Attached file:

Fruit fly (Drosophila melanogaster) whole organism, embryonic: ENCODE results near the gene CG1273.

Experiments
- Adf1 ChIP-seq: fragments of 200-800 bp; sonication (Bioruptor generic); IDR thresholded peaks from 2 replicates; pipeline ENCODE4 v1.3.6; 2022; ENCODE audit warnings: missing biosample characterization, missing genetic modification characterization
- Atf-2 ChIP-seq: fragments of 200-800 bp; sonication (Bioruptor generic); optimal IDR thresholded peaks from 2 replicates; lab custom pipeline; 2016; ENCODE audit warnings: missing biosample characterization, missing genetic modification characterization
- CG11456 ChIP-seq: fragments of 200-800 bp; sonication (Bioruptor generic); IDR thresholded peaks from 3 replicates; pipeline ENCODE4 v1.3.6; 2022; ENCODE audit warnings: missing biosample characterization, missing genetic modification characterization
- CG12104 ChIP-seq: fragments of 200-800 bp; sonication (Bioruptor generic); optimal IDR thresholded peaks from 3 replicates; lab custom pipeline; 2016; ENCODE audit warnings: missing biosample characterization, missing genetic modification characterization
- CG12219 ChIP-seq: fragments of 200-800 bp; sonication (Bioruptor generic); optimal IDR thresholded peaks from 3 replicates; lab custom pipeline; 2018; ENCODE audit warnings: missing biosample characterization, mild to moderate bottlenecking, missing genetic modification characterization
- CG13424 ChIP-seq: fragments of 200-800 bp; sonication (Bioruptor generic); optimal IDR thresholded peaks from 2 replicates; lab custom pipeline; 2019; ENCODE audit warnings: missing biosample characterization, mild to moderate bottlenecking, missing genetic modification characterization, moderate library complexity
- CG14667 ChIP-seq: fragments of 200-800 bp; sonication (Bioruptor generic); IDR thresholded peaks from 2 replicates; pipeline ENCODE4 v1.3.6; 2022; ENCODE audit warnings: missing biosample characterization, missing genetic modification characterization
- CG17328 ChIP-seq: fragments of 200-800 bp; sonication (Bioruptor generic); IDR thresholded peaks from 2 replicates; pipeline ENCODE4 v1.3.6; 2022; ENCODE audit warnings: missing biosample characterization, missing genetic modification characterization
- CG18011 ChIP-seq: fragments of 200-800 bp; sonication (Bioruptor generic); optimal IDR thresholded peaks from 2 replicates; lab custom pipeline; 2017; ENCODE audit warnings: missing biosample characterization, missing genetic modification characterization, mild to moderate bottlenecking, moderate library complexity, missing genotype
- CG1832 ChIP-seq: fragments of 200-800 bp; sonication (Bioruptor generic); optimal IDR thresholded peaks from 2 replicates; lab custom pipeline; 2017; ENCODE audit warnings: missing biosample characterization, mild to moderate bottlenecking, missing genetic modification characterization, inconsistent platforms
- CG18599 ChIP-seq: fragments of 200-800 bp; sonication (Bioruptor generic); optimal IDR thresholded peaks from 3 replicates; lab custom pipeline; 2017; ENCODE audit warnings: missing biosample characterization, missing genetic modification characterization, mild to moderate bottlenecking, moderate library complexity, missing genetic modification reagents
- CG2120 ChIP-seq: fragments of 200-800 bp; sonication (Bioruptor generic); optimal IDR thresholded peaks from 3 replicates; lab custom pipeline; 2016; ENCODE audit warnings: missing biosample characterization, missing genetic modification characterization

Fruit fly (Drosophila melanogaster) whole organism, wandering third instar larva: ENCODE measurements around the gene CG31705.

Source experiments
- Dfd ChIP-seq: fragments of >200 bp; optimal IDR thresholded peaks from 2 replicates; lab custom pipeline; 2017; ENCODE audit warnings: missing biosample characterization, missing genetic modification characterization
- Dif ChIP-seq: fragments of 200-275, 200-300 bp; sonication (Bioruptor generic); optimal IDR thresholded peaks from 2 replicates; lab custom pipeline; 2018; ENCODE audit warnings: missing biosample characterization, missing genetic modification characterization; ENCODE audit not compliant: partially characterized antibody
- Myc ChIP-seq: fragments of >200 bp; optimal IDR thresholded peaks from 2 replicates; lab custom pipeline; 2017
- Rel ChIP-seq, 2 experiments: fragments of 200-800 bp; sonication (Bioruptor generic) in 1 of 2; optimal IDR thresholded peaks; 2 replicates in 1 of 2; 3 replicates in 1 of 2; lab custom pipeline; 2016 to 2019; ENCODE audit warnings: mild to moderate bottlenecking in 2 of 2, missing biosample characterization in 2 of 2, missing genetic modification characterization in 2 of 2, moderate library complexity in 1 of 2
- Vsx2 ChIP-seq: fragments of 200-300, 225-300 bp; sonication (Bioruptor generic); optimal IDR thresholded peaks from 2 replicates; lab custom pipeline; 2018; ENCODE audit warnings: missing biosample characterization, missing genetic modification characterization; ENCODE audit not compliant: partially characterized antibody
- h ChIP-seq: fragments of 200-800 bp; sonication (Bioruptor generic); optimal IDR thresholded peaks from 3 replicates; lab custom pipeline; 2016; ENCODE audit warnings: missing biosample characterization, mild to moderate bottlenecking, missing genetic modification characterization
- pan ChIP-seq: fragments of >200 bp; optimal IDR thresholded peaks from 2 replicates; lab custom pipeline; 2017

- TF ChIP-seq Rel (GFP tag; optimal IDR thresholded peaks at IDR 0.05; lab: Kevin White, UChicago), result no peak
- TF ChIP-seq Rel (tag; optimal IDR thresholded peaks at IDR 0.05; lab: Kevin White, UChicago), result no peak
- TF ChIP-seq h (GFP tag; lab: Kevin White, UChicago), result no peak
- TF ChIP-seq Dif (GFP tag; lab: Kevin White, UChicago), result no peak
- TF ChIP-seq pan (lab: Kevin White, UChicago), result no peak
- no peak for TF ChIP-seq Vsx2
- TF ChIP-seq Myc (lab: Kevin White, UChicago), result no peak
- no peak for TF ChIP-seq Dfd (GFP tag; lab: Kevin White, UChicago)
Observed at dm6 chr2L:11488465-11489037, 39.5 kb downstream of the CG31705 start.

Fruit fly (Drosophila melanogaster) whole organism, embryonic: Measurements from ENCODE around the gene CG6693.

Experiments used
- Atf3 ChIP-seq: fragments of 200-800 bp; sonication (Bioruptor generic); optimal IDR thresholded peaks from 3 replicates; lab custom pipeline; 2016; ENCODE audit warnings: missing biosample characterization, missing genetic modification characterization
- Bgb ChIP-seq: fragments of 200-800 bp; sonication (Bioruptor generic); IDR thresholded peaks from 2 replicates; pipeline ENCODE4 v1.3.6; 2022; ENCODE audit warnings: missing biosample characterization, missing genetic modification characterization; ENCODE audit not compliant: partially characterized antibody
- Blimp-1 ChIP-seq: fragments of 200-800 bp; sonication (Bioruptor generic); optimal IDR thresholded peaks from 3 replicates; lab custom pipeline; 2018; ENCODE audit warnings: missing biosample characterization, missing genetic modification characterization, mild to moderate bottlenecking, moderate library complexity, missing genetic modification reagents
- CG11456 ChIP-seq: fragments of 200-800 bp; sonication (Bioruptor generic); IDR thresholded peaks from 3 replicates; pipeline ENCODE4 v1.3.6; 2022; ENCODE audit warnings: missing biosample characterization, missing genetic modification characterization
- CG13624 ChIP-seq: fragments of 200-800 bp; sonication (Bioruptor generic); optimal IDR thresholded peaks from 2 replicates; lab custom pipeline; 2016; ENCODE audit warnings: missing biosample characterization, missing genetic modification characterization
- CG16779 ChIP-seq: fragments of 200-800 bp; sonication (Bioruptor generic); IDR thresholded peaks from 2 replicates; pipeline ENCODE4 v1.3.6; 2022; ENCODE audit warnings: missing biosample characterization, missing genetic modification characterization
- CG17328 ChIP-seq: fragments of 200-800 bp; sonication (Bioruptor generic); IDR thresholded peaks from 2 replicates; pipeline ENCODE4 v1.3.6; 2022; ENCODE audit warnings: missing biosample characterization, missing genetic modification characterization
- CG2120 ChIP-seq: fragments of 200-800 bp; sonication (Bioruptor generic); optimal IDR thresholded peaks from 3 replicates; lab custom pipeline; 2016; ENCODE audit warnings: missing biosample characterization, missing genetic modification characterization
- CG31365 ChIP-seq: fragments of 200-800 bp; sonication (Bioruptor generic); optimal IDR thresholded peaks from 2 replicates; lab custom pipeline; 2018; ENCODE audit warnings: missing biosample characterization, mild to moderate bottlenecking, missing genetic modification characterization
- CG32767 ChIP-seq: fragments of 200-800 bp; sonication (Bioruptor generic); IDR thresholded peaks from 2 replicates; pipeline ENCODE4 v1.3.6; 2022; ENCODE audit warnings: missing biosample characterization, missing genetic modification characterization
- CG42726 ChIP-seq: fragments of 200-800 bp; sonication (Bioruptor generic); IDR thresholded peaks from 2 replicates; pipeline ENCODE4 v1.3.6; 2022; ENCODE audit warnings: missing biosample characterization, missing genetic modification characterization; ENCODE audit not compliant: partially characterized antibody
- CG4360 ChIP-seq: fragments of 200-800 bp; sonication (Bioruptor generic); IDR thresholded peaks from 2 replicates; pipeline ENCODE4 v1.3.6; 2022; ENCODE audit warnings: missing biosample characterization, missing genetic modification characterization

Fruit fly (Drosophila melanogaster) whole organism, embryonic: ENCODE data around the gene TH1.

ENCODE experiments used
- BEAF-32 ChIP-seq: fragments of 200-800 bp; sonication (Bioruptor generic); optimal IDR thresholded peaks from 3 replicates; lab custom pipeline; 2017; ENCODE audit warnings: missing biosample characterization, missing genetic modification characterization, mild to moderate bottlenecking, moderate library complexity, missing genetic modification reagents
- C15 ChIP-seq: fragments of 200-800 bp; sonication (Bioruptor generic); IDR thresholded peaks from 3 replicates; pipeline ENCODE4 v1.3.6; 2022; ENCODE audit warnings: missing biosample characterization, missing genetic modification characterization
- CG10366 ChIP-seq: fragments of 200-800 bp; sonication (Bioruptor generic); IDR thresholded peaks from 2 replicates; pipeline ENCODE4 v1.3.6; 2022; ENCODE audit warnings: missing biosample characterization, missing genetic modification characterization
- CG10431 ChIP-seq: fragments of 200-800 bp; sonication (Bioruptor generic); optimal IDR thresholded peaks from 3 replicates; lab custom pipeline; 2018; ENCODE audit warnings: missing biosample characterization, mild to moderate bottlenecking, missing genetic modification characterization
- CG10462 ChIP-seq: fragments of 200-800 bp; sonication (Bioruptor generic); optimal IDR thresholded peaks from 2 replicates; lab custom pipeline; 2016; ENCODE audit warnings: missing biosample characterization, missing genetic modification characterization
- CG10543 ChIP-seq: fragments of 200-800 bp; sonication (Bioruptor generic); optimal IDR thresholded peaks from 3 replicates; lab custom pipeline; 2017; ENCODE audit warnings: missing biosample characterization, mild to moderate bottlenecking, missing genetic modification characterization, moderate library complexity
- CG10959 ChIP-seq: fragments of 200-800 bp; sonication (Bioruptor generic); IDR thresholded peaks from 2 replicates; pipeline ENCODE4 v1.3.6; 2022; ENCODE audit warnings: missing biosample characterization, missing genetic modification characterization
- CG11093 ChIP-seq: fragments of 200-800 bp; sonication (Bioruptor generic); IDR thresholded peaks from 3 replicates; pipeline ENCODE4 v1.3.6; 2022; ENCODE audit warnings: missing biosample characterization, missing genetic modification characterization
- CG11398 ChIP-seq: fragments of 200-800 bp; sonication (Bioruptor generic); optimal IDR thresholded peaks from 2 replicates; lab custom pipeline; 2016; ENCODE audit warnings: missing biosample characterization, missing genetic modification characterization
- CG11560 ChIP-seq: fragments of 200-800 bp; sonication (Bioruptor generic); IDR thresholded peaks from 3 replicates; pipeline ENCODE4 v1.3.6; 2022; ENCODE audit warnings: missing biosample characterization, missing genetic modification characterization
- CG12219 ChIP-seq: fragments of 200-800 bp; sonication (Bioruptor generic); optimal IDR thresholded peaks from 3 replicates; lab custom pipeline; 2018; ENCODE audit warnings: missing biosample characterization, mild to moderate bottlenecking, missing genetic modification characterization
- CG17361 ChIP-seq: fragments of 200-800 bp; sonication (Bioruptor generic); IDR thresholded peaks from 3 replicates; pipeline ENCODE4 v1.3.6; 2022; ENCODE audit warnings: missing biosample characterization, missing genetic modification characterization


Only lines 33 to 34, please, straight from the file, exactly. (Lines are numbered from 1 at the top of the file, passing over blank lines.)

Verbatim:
Fruit fly (Drosophila melanogaster) whole organism, embryonic: Measurements from ENCODE around the gene CG6693.

Experiments used